Evidence used to support a possible extraterrestrial impact event is likely the result of natural processes, according to a new collaborative study led by U.S. Geological Survey scientists.
Elevated levels of iridium, magnetic spherules, and titanomagnetite grains, collectively called "impact markers," form the bulk of the evidence for the Younger Dryas impact hypothesis, a hotly contested idea that links climate change, extinctions, and the demise of the Clovis culture.
Scientists found high levels of the reported markers in deposits called black mats, the organic-rich remains of old marshes and swamps, at several sites in the southwestern U.S. and the Atacama Desert of northern Chile. Markers were found in black mats ranging in age from 6,000 to more than 40,000 years in areas far removed from the purported impact location. These findings indicate the markers accumulated naturally in wetlands and are not the result of a catastrophic impact event. The full report is available online.
"Luis and Walter Alvarez's proposal that an extraterrestrial impact was responsible for extinctions at the Cretaceous-Tertiary boundary eventually moved from unlikely hypothesis to accepted theory, and with its acceptance came the temptation to apply this explanation to any rapid change in Earth's conditions," said USGS Director Marcia McNutt. "The results of this study demonstrate the importance of maintaining a healthy skepticism and multiple working hypotheses."
The controversial Younger Dryas impact hypothesis contends that an extraterrestrial object, possibly a comet, exploded over North America about 12,900 years ago, resulting in dramatic climate change, massive wildfires, and the extinction of many large herbivores and their predators. If true, the recency of such a large impact might have implied a greater risk to humanity than previously imagined.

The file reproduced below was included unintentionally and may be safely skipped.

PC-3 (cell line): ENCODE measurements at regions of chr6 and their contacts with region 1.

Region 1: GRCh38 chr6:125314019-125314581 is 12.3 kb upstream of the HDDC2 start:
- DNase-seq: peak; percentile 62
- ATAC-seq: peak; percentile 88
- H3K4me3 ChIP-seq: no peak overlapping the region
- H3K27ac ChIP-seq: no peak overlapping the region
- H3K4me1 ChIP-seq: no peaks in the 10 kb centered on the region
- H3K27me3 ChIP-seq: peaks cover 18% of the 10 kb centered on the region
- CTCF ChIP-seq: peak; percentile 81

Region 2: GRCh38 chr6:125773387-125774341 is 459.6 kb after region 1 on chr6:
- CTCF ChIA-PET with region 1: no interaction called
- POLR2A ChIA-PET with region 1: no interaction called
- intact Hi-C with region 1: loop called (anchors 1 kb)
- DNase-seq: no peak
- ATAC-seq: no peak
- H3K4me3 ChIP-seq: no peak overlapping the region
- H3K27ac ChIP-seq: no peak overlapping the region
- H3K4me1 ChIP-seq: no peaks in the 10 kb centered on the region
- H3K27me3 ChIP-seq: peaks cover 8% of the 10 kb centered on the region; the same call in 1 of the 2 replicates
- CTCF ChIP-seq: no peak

"When the idea was first promoted in 2007, those of us familiar with black mats suspected that normal depositional processes in wetlands might be responsible," said Dr. Jeff Pigati, a USGS geologist and lead investigator of the new study. Indeed, this is what Pigati and coauthors now report in this week's issue of Proceedings of the National Academy of Sciences, USA.
"This is a great object lesson for how scientific hypotheses are done and undone," said Paul Baker, Professor of Earth and Ocean Sciences at Duke University and a member of National Geographic Society's Committee for Research and Exploration.
The study was funded cooperatively by the National Geographic Society, the USGS, the Millennium Science Initiative and Chile's National Commission on Scientific Research and Technology.
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